A House of Representatives panel seeking to investigate Benghazi began its work on Wednesday. The committee is co-chaired by Representatives Trey Gowdy and Elijah Cummings. The former is a Republican from South Carolina, the latter a Democrat from Maryland.
Since the attack on a U.S. consulate in Benghazi, Libya on September 11, 2012, in which the U.S. Ambassador to Libya and three other Americans lost their lives, Benghazi has come to stand for more than just the attack itself. It also now refers to the Republican charges that the Obama administration and Secretary of State Hillary Clinton mishandled the incident, contributing to the deaths of American diplomats. This has been viewed by the Republicans as Ms. Clinton’s biggest blunder during her term as Secretary of State. Democrats, for their part, have accused Republicans of politicizing the issue and using it to try to derail Ms. Clinton’s presidential ambitions.
Efforts to determine what really happened at Benghazi and who, if anybody, in the U.S. government was responsible for allowing the attack to occur have, in the more than two years since the events themselves, almost always been clouded by partisan politics. For years the Republican Party has tried to make Benghazi a negative for Ms. Clinton and President Obama. Former House Majority Leader Eric Cantor’s remarks from May of this year –“Well, four brave Americans were killed in Benghazi and to date it appears that more has been done to protect internal emails than to bring the murderers of these Americans to justice” — are illustrative of Republican views of an administration cover up of Benghazi.
The current congressional panel is not, however, simply rehashing the events of September of 2012. Rather, its goals are also to probe the extent to which security and other recommendations from the independent Accountability Review Board that examined what happened at Benghazi have been implemented by the State Department. This is a useful activity for a congressional panel and is precisely how relations between the executive and legislative branches of government should work. The question of whether or not this committee can remain focused on this task rather than devolve into yet another discussion of Benghazi more broadly has not yet been answered.
According to Jamal Ware, communication director for the House Select Committee on Benghazi. “the Committee will operate in a fair, fact-driven and impartial manner that produces a final accounting that is worthy of the sacrifice of the four Americans who were killed in Benghazi and worthy of the trust of our fellow citizens.” However, Mr. Ware also makes it clear “This (the committee) will go wherever the facts lead.”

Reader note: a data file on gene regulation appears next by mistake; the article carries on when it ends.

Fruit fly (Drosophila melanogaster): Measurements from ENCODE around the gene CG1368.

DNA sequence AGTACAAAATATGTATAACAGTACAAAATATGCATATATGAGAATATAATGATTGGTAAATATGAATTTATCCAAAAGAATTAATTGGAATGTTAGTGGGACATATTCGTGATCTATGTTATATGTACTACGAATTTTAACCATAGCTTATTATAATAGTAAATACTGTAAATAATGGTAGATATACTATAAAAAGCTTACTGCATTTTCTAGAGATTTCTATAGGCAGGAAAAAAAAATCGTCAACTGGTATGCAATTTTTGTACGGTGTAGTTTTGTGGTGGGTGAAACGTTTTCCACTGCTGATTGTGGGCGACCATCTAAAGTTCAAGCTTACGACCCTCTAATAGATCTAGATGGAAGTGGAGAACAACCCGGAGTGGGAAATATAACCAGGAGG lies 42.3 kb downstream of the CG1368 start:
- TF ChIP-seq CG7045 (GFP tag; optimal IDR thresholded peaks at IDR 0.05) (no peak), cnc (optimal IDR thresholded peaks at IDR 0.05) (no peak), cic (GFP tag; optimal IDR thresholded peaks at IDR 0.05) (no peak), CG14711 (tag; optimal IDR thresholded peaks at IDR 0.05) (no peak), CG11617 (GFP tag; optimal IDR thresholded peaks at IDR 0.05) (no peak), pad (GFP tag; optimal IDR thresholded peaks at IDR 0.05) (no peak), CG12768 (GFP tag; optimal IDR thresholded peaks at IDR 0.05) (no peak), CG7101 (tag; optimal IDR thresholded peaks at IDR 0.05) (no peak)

Adrienne Elrod, communications director for Correct the Record, a PAC that promotes and defends Hillary Clinton, argues that this is not plausible as “the questions have been asked, answered, rehashed, and relitigated on the tragedy in Benghazi. Multiple committees have extensively investigated the Benghazi tragedy, resulting in more than 50 senior level staff briefings, at least 13 public hearings, dozens of interviews, and the disclosure of more than 25,000 pages of documents.”
It is, however, probably no longer in the interest of the Republicans to spend too much time and effort on Benghazi because the political environment is quite different now than it was four years ago. However, as Ms. Elrod notes, “the Republicans have and continue to use the tragedy in Benghazi to raise money,” so clearly the issue still resonates with the Republican activist base. Nonetheless When the attack in Benghazi happened, Ms. Clinton was finishing what was viewed at the time as a successful four years at the State Department. In that context, Benghazi had the potential to be a high profile negative on an otherwise strong record and was therefore an attractive target for Republicans.
Things are different now. The world is beset with major crises and there is a growing perception both in the media and public opinion that the Obama administration has done a poor job on foreign policy. Linking Ms. Clinton to those failures is a more effective political tactic than discussing a scandal that has never much damaged Ms. Clinton. A more relevant and serious question for conservative critics to ask Ms. Clinton as she seeks the presidency is to probe why she went along with an administration that wildly under-estimated the danger Russian President Vladimir Putin presented to Ukraine and elsewhere, or her role in Middle East policy that led to the rise of ISIS.
Ms. Clinton’s likely answers to these questions, either obfuscating or asserting that she tried, but failed, to persuade the President to act differently, are more damaging, and more likely to give swing voters reason for concern, than more Republican accusations that she did not do enough to prevent the attack at Benghazi. Ironically, further focus on Benghazi may help Ms. Clinton as it takes attention away from more meaningful criticisms and strengthens her campaign narrative that she has long been the target of angry and unfair right wing attacks.
Lincoln Mitchell is the national political correspondent for the Observer. Follow him on Twitter @LincolnMitchell